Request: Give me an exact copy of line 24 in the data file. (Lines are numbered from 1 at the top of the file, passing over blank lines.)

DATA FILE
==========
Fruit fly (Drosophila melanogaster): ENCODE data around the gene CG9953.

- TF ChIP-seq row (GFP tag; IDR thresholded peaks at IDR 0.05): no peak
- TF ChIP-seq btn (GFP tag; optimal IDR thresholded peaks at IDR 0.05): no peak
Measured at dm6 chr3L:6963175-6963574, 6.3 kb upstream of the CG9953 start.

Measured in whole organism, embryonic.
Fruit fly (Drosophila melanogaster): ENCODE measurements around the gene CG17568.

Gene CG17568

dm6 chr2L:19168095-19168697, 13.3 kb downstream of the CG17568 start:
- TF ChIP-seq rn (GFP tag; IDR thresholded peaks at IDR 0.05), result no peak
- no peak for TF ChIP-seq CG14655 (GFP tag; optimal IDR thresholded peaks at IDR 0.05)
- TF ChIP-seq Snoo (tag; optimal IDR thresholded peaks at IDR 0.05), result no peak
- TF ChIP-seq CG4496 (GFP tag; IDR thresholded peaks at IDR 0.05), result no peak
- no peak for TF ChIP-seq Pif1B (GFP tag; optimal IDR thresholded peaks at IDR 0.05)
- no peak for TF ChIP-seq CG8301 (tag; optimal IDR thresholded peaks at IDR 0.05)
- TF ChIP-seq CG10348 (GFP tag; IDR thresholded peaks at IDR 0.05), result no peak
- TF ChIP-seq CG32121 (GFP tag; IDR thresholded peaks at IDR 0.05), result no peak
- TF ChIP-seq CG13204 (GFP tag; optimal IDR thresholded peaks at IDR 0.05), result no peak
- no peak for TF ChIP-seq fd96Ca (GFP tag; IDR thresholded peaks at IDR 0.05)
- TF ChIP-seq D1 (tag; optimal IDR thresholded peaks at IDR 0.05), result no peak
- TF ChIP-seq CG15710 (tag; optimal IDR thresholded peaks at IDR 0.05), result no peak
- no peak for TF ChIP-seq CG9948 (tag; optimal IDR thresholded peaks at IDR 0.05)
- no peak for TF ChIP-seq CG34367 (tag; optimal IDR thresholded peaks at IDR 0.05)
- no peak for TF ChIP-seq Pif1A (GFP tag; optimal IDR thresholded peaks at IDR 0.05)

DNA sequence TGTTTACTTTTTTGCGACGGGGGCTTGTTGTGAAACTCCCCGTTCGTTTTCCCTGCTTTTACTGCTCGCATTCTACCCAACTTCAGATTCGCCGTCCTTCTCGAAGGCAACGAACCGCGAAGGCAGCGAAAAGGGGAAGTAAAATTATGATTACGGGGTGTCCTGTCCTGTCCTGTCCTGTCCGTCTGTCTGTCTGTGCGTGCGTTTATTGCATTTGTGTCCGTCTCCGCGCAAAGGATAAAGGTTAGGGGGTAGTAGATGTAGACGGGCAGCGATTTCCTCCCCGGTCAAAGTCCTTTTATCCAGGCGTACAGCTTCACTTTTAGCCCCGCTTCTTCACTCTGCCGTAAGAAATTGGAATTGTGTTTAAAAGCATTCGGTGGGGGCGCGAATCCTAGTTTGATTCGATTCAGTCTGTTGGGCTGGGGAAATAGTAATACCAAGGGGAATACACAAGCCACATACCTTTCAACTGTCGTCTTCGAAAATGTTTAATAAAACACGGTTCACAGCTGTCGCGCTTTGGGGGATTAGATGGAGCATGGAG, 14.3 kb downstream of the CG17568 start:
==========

DNA sequence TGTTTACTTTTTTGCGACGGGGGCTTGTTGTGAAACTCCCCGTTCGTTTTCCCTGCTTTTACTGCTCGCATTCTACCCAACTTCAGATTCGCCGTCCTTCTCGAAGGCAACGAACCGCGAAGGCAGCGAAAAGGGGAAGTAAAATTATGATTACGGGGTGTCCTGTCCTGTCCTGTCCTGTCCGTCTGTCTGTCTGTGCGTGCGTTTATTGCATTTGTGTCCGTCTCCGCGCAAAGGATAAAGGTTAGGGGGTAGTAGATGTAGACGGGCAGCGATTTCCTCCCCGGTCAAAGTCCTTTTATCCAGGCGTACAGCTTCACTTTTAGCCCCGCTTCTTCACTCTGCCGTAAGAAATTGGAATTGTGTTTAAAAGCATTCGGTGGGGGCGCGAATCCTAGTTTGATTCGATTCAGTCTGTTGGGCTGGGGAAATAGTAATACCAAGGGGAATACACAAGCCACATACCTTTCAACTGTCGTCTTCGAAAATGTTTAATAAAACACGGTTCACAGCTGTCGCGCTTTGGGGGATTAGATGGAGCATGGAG, 14.3 kb downstream of the CG17568 start: